The UW Marching Band was established in 1885 and drum majors, student leaders within the band, have led the musicians on the field nearly that entire time. According to Songs to Thee Wisconsin, a book that chronicles the history of the UW Marching Band, details are sparse on the first few drum majors.
In the years before 1920, the Marching Band had close ties to the military, so there was little of the showmanship we expect to see today. Drum majors were dignified, no-nonsense leaders, easily recognizable in their tall white, military-style hats. They were responsible for giving commands (keeping time with their baton or using a whistle) to ensure the rest of the band marched in sync.
The first drum major to capture fan attention was Charles Williston, who took up command of the band in 1927. A member of the press wrote that he was “the neatest strutter in the Big Ten, and the handiest with the baton.”
In 1972, Director of Bands Mike Leckrone ushered in a new era of drum majors at UW-Madison. He wanted the drum majors to show more flare, so he instituted shorter twirling batons, and replaced the regulation-style trousers with breeches and boots. That year, when drum major John Strickler ’75 strutted onto the turf at Camp Randall and executed a graceful backbend at the beginning of the On Wisconsin Fanfare, a tradition was born.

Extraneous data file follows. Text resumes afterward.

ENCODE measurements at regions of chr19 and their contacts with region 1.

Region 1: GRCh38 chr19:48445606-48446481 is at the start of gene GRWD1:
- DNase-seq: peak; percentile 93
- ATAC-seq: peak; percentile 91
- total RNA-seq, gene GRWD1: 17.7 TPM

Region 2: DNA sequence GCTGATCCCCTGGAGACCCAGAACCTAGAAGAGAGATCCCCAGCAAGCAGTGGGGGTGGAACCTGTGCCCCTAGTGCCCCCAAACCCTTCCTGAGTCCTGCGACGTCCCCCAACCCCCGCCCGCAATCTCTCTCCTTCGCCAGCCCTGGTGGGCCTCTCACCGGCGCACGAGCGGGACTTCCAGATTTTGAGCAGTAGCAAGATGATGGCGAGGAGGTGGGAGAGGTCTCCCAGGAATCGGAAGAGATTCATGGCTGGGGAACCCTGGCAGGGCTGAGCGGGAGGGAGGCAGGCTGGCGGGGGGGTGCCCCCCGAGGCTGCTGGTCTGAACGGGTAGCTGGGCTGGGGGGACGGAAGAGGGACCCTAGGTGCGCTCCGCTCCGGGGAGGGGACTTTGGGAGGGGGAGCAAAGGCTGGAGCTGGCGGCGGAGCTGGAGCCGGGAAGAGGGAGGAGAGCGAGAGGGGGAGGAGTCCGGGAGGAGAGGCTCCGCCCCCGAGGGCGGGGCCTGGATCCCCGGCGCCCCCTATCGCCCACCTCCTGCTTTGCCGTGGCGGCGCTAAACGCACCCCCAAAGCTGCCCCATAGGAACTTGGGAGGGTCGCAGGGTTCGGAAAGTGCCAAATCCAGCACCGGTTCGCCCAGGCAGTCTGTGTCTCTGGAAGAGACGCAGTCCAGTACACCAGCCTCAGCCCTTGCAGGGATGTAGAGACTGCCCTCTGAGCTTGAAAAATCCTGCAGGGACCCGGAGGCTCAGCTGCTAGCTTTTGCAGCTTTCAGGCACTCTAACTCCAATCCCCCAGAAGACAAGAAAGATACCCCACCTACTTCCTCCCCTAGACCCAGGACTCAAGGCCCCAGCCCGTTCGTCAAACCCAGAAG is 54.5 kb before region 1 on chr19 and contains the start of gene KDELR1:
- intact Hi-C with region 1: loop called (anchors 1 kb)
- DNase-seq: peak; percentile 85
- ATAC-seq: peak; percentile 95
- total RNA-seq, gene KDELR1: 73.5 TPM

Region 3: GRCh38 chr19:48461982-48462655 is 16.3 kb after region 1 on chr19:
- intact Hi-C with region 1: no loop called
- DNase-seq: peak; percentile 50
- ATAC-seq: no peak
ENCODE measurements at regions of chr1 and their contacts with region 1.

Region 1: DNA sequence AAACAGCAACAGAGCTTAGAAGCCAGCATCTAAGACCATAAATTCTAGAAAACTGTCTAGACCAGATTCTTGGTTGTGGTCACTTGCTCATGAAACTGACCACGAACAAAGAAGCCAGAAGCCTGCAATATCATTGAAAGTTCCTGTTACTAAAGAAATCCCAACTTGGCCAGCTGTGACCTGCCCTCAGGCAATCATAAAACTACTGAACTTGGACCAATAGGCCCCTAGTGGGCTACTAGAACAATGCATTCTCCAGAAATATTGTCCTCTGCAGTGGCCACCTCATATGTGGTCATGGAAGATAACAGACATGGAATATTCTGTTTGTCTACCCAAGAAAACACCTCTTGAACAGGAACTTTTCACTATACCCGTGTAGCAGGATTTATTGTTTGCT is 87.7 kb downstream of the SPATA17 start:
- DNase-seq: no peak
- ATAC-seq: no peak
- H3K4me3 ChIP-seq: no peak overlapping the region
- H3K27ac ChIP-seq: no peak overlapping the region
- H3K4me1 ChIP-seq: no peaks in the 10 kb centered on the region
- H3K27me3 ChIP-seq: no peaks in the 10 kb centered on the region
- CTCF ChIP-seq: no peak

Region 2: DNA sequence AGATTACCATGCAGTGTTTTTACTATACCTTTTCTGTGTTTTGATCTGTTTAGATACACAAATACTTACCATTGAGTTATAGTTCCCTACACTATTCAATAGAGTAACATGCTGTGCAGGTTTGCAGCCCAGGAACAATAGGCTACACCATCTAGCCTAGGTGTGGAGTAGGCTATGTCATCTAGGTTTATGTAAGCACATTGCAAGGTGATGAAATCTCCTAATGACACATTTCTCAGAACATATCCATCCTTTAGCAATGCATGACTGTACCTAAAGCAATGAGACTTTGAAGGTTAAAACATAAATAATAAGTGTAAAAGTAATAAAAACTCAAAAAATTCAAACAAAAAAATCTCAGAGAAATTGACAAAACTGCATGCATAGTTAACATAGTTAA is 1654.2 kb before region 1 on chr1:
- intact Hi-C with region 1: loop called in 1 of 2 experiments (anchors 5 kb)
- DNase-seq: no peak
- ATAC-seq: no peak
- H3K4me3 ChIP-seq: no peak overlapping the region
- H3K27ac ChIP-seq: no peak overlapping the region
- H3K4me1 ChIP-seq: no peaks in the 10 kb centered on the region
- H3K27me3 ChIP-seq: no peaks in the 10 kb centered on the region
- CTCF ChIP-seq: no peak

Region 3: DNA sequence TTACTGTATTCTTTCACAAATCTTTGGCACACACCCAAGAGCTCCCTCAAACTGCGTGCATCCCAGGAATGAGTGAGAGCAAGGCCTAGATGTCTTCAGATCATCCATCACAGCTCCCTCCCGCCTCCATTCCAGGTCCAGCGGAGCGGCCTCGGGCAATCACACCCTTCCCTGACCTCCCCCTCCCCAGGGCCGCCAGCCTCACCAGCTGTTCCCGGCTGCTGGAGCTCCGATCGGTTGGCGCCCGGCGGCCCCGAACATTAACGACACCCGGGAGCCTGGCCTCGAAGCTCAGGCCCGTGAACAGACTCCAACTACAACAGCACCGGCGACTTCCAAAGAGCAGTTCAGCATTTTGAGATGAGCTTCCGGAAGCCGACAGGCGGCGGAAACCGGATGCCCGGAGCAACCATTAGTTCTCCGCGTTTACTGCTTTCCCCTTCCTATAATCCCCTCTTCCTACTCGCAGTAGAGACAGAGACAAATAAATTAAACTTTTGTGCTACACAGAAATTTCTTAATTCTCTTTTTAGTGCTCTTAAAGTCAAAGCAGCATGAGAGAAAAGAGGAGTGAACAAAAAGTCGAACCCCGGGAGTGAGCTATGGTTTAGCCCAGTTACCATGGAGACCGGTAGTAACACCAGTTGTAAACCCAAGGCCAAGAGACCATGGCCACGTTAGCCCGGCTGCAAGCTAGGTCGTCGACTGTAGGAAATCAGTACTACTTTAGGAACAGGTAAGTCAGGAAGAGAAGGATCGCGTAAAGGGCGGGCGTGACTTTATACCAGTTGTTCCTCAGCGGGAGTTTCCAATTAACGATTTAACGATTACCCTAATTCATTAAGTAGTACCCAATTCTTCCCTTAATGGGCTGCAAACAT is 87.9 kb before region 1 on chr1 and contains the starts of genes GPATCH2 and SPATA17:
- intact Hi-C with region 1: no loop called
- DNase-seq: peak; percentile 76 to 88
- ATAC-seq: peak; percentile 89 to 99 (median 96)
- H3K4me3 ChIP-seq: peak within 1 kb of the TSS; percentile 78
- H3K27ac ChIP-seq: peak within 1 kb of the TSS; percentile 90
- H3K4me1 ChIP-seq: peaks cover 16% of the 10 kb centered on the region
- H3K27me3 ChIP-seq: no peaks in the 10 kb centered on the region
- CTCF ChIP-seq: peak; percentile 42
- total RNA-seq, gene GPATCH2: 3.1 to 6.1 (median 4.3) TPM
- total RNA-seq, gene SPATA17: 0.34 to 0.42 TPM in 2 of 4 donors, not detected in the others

Today, the UW’s drum majors are well known for their high energy. Any member of the band can try out for the coveted position of drum major at the beginning of the fall semester. Leckrone and the band’s field assistants judge the drum major candidates’ ability to twirl and toss the baton, invent a creative way to catch it, march, give vocal commands and bow — extra points to those who can bend so far backward that the tip of their tall white hat touches the ground. Hopefuls must also come up with inspiring words for the band, because the drum major always gives the final address after practices and football games. Finally, Leckrone and the field assistants interview all drum major candidates. Because drum majors are the only members of the Marching Band who do not play their instruments, candidates are not judged on their musical abilities.
After the tryouts, one drum major and one assistant drum major are selected. (The assistant drum major suits up for the Homecoming game.) The drum major starts each pre-game show with five whistle blasts and later a sixth to start the “run-on” to the field. The drum major makes a final appearance during the finale of the UW Varsity Band’s spring concert at the Kohl Center.